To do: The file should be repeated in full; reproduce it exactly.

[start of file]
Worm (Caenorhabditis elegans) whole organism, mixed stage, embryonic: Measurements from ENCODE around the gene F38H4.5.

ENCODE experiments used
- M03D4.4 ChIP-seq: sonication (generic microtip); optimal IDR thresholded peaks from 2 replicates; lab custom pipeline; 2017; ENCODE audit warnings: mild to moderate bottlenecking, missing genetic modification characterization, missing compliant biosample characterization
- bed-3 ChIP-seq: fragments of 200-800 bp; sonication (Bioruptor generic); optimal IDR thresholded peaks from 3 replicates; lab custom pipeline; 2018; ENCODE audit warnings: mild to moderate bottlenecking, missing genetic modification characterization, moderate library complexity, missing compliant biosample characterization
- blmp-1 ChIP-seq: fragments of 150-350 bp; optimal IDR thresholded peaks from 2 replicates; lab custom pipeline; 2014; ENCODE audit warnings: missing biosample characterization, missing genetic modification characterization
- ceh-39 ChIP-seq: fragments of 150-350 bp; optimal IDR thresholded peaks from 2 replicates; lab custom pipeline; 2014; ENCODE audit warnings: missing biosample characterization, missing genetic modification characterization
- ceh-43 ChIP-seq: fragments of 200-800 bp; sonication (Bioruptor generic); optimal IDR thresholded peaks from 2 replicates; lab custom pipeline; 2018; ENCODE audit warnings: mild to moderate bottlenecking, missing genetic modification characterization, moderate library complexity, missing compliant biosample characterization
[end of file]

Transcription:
Worm (Caenorhabditis elegans) whole organism, mixed stage, embryonic: Measurements from ENCODE around the gene F38H4.5.

ENCODE experiments used
- M03D4.4 ChIP-seq: sonication (generic microtip); optimal IDR thresholded peaks from 2 replicates; lab custom pipeline; 2017; ENCODE audit warnings: mild to moderate bottlenecking, missing genetic modification characterization, missing compliant biosample characterization
- bed-3 ChIP-seq: fragments of 200-800 bp; sonication (Bioruptor generic); optimal IDR thresholded peaks from 3 replicates; lab custom pipeline; 2018; ENCODE audit warnings: mild to moderate bottlenecking, missing genetic modification characterization, moderate library complexity, missing compliant biosample characterization
- blmp-1 ChIP-seq: fragments of 150-350 bp; optimal IDR thresholded peaks from 2 replicates; lab custom pipeline; 2014; ENCODE audit warnings: missing biosample characterization, missing genetic modification characterization
- ceh-39 ChIP-seq: fragments of 150-350 bp; optimal IDR thresholded peaks from 2 replicates; lab custom pipeline; 2014; ENCODE audit warnings: missing biosample characterization, missing genetic modification characterization
- ceh-43 ChIP-seq: fragments of 200-800 bp; sonication (Bioruptor generic); optimal IDR thresholded peaks from 2 replicates; lab custom pipeline; 2018; ENCODE audit warnings: mild to moderate bottlenecking, missing genetic modification characterization, moderate library complexity, missing compliant biosample characterization